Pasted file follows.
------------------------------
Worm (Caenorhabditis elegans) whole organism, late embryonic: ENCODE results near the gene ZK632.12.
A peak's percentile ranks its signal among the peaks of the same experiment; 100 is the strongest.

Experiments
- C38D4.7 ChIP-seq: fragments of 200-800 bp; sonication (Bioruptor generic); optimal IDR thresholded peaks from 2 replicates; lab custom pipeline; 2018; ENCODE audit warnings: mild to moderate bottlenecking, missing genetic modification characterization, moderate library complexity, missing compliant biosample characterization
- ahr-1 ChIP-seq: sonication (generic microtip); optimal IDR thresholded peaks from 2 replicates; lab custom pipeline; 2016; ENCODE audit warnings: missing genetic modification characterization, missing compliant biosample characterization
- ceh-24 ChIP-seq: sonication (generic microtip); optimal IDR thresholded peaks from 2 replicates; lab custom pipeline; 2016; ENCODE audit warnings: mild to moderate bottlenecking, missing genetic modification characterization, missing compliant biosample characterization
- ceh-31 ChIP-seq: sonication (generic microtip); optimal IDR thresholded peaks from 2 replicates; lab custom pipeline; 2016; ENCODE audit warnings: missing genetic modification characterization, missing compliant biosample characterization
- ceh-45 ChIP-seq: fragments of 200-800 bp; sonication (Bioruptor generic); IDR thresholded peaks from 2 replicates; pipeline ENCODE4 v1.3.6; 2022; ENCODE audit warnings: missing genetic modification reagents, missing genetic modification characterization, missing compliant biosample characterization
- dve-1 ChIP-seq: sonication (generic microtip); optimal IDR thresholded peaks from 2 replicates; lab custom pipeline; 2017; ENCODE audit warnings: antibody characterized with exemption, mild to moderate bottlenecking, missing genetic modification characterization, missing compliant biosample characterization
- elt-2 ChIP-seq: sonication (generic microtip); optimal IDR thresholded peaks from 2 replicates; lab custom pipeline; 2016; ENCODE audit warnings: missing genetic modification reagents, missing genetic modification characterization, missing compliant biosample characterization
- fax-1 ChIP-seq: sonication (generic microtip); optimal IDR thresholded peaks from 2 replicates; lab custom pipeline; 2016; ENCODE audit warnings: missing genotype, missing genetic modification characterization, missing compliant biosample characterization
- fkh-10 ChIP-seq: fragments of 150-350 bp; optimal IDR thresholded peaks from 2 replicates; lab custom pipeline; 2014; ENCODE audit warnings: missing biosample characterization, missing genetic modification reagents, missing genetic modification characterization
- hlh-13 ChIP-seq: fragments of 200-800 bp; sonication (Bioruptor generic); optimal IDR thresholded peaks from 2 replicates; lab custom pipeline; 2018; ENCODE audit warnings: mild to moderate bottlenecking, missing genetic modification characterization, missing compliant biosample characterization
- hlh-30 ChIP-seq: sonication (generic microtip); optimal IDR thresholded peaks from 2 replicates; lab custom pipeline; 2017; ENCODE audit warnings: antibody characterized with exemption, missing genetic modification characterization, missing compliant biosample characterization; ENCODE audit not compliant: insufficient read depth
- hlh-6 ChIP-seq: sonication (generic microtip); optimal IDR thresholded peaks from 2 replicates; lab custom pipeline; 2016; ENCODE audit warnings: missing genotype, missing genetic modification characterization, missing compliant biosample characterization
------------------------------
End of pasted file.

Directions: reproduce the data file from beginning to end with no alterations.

Worm (Caenorhabditis elegans) whole organism, late embryonic: ENCODE results near the gene ZK632.12.
A peak's percentile ranks its signal among the peaks of the same experiment; 100 is the strongest.

Experiments
- C38D4.7 ChIP-seq: fragments of 200-800 bp; sonication (Bioruptor generic); optimal IDR thresholded peaks from 2 replicates; lab custom pipeline; 2018; ENCODE audit warnings: mild to moderate bottlenecking, missing genetic modification characterization, moderate library complexity, missing compliant biosample characterization
- ahr-1 ChIP-seq: sonication (generic microtip); optimal IDR thresholded peaks from 2 replicates; lab custom pipeline; 2016; ENCODE audit warnings: missing genetic modification characterization, missing compliant biosample characterization
- ceh-24 ChIP-seq: sonication (generic microtip); optimal IDR thresholded peaks from 2 replicates; lab custom pipeline; 2016; ENCODE audit warnings: mild to moderate bottlenecking, missing genetic modification characterization, missing compliant biosample characterization
- ceh-31 ChIP-seq: sonication (generic microtip); optimal IDR thresholded peaks from 2 replicates; lab custom pipeline; 2016; ENCODE audit warnings: missing genetic modification characterization, missing compliant biosample characterization
- ceh-45 ChIP-seq: fragments of 200-800 bp; sonication (Bioruptor generic); IDR thresholded peaks from 2 replicates; pipeline ENCODE4 v1.3.6; 2022; ENCODE audit warnings: missing genetic modification reagents, missing genetic modification characterization, missing compliant biosample characterization
- dve-1 ChIP-seq: sonication (generic microtip); optimal IDR thresholded peaks from 2 replicates; lab custom pipeline; 2017; ENCODE audit warnings: antibody characterized with exemption, mild to moderate bottlenecking, missing genetic modification characterization, missing compliant biosample characterization
- elt-2 ChIP-seq: sonication (generic microtip); optimal IDR thresholded peaks from 2 replicates; lab custom pipeline; 2016; ENCODE audit warnings: missing genetic modification reagents, missing genetic modification characterization, missing compliant biosample characterization
- fax-1 ChIP-seq: sonication (generic microtip); optimal IDR thresholded peaks from 2 replicates; lab custom pipeline; 2016; ENCODE audit warnings: missing genotype, missing genetic modification characterization, missing compliant biosample characterization
- fkh-10 ChIP-seq: fragments of 150-350 bp; optimal IDR thresholded peaks from 2 replicates; lab custom pipeline; 2014; ENCODE audit warnings: missing biosample characterization, missing genetic modification reagents, missing genetic modification characterization
- hlh-13 ChIP-seq: fragments of 200-800 bp; sonication (Bioruptor generic); optimal IDR thresholded peaks from 2 replicates; lab custom pipeline; 2018; ENCODE audit warnings: mild to moderate bottlenecking, missing genetic modification characterization, missing compliant biosample characterization
- hlh-30 ChIP-seq: sonication (generic microtip); optimal IDR thresholded peaks from 2 replicates; lab custom pipeline; 2017; ENCODE audit warnings: antibody characterized with exemption, missing genetic modification characterization, missing compliant biosample characterization; ENCODE audit not compliant: insufficient read depth
- hlh-6 ChIP-seq: sonication (generic microtip); optimal IDR thresholded peaks from 2 replicates; lab custom pipeline; 2016; ENCODE audit warnings: missing genotype, missing genetic modification characterization, missing compliant biosample characterization